Ratio between forced expiratory flow between 25% and 75% of vital capacity and FVC is a determinant of airway reactivity and sensitivity to methacholine

Annie Lin Parker, Muhanned Abu-Hijleh, F. Dennis McCool

Research output: Contribution to journalArticle

35 Citations (Scopus)

Abstract

Study objective: The ratio between forced expiratory flow between 25% and 75% of vital capacity (FEF25-75) and FVC is thought to reflect dysanapsis between airway size and lung size. A low FEF25-75/FVC ratio is associated with airway responsiveness to methacholine in middle-aged and older men. The current study was designed to assess this relationship in both male and female subjects over a broader range of ages. Study design: Data analysis of consecutive subjects who had a ≥ 20% reduction in FEV1 after ≤ 189 cumulative units of methacholine over a 7-year period. Setting: Pulmonary function laboratory in a university-affiliated hospital. Patients: A total of 764 consecutive subjects aged 4 to 91 years (mean ± SD age, 40.8 ± 19.6 years). There were 223 male (29.3%) and 540 female (70.7%) subjects. Measurements and results: Airway reactivity was assessed as the dose-response slope of the reduction in FEV1 from baseline vs the cumulative dose of inhaled methacholine. The cumulative dose of methacholine causing 20% reduction in FEV1 (PD20) was used as the indicator of airway sensitivity. In a linear regression model that included age, height, and percentage of predicted FEV1, the FEF25-75/FVC ratio accounted for 7.6% of variability in airway reactivity (p < 0.0001, r2 = 0.076). Subjects with higher airway sensitivity, indicated by lower PD20, also had a lower FEF25-75/FVC ratio. Conclusions: A low FEF25-75/FVC ratio, indicating small airway size relative to lung size, is associated with higher airway sensitivity and reactivity to methacholine in susceptible subjects.

Original languageEnglish (US)
Pages (from-to)63-69
Number of pages7
JournalChest
Volume124
Issue number1
DOIs
StatePublished - Jul 1 2003

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Methacholine Chloride
Vital Capacity
Lung
Linear Models

Keywords

  • Airway reactivity
  • Airway sensitivity
  • Dysanapsis
  • Methacholine

ASJC Scopus subject areas

  • Pulmonary and Respiratory Medicine

Cite this

Ratio between forced expiratory flow between 25% and 75% of vital capacity and FVC is a determinant of airway reactivity and sensitivity to methacholine. / Parker, Annie Lin; Abu-Hijleh, Muhanned; McCool, F. Dennis.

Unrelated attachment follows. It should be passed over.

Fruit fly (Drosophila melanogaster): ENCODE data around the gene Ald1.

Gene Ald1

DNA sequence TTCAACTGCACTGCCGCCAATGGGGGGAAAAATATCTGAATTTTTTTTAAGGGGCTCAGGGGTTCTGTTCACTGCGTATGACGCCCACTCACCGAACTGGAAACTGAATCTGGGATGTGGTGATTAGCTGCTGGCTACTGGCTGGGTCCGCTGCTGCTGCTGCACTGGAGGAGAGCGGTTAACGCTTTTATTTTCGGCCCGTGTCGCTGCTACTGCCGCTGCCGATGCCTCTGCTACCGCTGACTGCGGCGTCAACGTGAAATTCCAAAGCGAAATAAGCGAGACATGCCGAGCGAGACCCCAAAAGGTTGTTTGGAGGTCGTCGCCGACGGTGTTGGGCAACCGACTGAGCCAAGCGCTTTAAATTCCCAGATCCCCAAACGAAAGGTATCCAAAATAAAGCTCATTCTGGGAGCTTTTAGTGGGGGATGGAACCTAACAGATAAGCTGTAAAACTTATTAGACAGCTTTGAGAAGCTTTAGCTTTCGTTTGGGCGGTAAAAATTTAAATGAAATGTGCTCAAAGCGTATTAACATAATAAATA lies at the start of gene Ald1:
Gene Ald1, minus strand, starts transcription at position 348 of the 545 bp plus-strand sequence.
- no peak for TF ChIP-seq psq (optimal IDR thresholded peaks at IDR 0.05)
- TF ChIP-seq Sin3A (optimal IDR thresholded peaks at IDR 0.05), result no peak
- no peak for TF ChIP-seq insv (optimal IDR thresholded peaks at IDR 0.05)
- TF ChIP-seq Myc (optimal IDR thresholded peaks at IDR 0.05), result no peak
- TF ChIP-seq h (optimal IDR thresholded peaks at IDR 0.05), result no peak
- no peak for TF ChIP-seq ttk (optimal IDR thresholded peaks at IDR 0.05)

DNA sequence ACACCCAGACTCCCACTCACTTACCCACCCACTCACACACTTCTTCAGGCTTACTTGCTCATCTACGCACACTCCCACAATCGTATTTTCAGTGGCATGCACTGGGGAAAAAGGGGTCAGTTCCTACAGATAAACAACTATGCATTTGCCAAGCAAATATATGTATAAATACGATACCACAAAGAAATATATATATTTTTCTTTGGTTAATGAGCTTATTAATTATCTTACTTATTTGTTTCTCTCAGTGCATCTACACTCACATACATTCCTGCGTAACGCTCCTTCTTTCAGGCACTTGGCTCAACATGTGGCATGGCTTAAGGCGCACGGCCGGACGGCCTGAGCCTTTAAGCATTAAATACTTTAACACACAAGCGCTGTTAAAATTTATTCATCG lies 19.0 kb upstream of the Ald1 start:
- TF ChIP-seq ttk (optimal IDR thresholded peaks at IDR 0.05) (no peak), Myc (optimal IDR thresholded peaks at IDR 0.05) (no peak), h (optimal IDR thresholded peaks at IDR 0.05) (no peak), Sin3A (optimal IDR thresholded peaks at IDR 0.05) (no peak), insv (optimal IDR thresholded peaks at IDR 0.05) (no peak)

In: Chest, Vol. 124, No. 1, 01.07.2003, p. 63-69.

Research output: Contribution to journalArticle

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abstract = "Study objective: The ratio between forced expiratory flow between 25{\%} and 75{\%} of vital capacity (FEF25-75) and FVC is thought to reflect dysanapsis between airway size and lung size. A low FEF25-75/FVC ratio is associated with airway responsiveness to methacholine in middle-aged and older men. The current study was designed to assess this relationship in both male and female subjects over a broader range of ages. Study design: Data analysis of consecutive subjects who had a ≥ 20{\%} reduction in FEV1 after ≤ 189 cumulative units of methacholine over a 7-year period. Setting: Pulmonary function laboratory in a university-affiliated hospital. Patients: A total of 764 consecutive subjects aged 4 to 91 years (mean ± SD age, 40.8 ± 19.6 years). There were 223 male (29.3{\%}) and 540 female (70.7{\%}) subjects. Measurements and results: Airway reactivity was assessed as the dose-response slope of the reduction in FEV1 from baseline vs the cumulative dose of inhaled methacholine. The cumulative dose of methacholine causing 20{\%} reduction in FEV1 (PD20) was used as the indicator of airway sensitivity. In a linear regression model that included age, height, and percentage of predicted FEV1, the FEF25-75/FVC ratio accounted for 7.6{\%} of variability in airway reactivity (p < 0.0001, r2 = 0.076). Subjects with higher airway sensitivity, indicated by lower PD20, also had a lower FEF25-75/FVC ratio. Conclusions: A low FEF25-75/FVC ratio, indicating small airway size relative to lung size, is associated with higher airway sensitivity and reactivity to methacholine in susceptible subjects.",
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